The Merry Wives of Windsor

This will be short. I wish the play had been. This comedy, whose plot borrows heavily from Love’s Labour’s Lost and A Midsummer Night’s Dream, only confirmed my problems with the comedies. The Ass’s head would have more befit Falstaff than the horns he ends up with.

Perhaps Shakespeare penned this one – the only comedy set in England in a town likely very familiar to audiences – quickly and for mass appeal, but it shows. Lamentably, he resurrects Falstaff and several other provocatively named characters (Quickly, Shallow, Slender, and Pistol, for example) from the Henriad, where they had a much better showing than they do here. Elizabethan audiences might have found it uproarious, but for me, it falls flat.

For a play that bandies about words like honest, true, and honor quite a bit, it does everything it can to discredit these purported virtues: Falstaff embodies dishonesty in every breath he takes and every move he makes (thank you, Sting). But rather than highlighting his transgressions with more exemplary behavior, the others use deception to combat his deceit.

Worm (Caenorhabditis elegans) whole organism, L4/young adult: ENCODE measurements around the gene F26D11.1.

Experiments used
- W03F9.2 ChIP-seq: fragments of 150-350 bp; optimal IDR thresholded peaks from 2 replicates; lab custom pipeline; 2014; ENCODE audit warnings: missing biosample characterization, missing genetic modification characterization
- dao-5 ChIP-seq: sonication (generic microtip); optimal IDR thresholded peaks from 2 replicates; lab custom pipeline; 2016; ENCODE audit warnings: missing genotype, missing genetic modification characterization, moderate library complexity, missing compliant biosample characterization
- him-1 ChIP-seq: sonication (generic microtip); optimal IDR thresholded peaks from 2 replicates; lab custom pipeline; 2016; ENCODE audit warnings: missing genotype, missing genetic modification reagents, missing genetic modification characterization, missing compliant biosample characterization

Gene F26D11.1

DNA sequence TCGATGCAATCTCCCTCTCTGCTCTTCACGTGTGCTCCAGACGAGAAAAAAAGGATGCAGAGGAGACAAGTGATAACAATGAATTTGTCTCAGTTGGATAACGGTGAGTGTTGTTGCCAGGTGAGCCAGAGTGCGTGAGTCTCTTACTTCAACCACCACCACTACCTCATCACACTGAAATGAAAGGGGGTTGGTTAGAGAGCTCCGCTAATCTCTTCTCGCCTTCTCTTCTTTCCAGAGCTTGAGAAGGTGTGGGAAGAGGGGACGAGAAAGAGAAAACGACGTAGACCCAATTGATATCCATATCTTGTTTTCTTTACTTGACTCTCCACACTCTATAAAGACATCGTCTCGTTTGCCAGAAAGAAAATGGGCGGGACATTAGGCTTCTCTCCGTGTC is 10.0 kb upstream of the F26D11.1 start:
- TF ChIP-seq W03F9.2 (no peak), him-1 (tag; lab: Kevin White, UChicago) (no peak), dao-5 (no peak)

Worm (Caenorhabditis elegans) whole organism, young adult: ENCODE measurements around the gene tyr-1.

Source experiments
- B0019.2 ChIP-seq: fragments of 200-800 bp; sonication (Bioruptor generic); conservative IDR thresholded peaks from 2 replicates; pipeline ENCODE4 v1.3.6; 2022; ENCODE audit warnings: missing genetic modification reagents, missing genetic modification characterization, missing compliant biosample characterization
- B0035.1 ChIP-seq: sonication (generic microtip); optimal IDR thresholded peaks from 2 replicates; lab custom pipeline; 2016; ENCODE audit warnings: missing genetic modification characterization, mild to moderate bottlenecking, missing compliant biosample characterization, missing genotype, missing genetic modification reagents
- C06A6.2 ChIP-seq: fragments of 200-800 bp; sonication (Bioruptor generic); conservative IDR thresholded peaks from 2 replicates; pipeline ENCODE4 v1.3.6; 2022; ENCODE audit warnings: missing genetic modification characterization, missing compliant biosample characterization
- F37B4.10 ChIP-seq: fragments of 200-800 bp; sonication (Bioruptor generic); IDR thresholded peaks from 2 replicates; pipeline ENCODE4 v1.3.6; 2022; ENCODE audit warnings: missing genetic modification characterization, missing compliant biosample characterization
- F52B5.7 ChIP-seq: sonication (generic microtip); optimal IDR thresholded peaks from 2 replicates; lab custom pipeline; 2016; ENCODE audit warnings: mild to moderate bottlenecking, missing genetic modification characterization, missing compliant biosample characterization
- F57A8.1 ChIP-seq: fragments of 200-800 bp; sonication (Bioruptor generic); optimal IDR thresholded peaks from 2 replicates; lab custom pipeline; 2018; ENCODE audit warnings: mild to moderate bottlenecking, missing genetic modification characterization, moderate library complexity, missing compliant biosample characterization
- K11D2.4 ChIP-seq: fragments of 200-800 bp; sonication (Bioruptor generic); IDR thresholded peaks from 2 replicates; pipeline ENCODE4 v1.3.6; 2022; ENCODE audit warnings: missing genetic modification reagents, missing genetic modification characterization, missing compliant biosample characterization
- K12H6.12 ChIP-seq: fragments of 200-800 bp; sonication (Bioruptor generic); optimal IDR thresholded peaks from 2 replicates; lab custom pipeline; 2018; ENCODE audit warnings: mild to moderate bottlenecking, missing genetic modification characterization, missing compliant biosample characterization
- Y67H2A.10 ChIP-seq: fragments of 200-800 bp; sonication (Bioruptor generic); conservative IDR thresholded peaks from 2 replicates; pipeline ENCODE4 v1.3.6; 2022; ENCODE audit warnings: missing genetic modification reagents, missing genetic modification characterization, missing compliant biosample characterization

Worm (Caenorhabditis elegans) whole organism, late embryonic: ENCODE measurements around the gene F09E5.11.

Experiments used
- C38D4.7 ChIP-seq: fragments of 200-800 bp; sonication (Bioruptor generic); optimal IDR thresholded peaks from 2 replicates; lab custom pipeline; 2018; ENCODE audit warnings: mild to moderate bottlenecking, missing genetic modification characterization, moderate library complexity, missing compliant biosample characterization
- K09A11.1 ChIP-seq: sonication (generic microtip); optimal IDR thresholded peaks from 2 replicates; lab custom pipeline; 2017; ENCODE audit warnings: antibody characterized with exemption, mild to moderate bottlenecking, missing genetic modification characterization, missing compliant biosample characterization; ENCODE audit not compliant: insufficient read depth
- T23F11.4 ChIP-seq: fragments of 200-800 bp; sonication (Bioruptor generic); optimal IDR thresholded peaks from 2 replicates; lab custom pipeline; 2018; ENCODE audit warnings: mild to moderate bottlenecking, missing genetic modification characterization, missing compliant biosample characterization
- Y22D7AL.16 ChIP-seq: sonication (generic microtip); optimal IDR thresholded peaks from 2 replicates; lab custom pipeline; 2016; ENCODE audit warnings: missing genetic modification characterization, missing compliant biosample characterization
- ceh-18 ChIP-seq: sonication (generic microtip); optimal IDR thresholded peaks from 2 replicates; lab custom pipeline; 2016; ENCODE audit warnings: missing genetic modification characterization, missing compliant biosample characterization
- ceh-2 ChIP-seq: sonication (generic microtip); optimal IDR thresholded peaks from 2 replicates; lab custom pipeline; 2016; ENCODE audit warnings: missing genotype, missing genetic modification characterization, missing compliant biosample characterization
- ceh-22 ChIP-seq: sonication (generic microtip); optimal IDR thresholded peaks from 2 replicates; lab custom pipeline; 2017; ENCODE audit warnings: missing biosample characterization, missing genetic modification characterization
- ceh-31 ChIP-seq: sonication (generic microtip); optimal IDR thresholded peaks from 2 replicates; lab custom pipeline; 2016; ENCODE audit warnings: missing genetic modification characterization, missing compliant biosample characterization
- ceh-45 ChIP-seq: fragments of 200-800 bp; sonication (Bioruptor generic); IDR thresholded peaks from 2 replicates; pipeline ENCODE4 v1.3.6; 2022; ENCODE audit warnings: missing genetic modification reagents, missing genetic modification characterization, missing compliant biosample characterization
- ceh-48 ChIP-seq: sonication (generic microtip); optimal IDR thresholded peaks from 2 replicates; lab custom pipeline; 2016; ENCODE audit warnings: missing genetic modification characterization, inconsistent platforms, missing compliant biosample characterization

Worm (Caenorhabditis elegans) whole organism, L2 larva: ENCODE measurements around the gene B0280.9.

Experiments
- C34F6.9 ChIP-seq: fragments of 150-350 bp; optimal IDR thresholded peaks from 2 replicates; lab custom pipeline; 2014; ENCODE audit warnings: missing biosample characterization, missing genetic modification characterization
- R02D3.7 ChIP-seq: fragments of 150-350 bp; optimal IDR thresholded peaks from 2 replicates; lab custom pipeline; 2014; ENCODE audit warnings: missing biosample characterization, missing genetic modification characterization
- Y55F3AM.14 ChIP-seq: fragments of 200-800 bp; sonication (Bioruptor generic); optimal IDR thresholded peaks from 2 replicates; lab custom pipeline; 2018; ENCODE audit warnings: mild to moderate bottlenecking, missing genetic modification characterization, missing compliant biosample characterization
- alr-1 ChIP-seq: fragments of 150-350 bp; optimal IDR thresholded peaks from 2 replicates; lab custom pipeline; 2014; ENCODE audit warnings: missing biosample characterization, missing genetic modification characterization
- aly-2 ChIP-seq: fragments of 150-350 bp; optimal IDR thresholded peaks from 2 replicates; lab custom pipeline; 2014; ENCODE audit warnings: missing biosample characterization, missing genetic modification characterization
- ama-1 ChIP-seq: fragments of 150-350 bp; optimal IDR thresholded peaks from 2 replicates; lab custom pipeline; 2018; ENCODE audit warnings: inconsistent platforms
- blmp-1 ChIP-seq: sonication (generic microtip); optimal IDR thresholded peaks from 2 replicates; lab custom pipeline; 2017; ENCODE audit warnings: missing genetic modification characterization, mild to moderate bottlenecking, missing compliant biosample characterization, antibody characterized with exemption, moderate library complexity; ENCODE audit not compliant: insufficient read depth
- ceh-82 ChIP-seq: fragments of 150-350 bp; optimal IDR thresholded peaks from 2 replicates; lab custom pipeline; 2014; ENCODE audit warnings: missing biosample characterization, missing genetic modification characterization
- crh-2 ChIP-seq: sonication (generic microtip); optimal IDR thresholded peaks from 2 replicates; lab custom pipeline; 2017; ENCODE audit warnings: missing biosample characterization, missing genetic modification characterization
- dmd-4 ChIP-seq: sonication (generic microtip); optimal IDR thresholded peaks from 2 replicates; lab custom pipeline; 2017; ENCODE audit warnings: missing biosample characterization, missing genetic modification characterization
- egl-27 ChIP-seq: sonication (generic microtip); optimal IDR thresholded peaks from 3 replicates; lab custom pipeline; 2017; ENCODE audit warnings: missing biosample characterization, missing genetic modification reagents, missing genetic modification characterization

– Mistress Quickly promises support to everyone who asks that she champion their campaign to court Mistress Anne Page, rather than show loyalty to one suitor only.

– Despite Mistress Page’s claim that “wives may be merry, and honest too:” (IV,ii,105), she and Mistress Ford concoct an elaborate ruse to foil Falstaff’s attempts to woo them into adultery…

– And an even more complex charade to reveal his offenses in an inane forest romp, complete with fairies who would be better relegated to A Midsummer Night’s Dream.

– Frances Ford disguises himself to dupe his wife to uncover what he believes to be her disloyalty.

It may all make for good theater (although I’d argue not especially), but it only encourages lying, cheating, and deceit to portray them as amusing pastimes. While Anne does end up with “Mr. Right,” he also stoops to subterfuge to conquer. There are no consequences – save minor embarrassment – for the reprehensible Falstaff.

It may be that I’m sour on Falstaff and hence the play because of late I’ve been irritated by fellow humans whose entitled and seemingly oblivious actions imply that they believe, as erroneously as pre-Galilean astronomers, that the solar system revolves around them. While I wish no one ill, I do wish there to be consequences that might lead to more awareness and compassion. And for Falstaff, at least, being made to wear the horns that he tried to impose upon Page and Ford, made little if any impression on him. “Disgrace is the only consequence,” (IV,iv,15), and that is really of no consequence.

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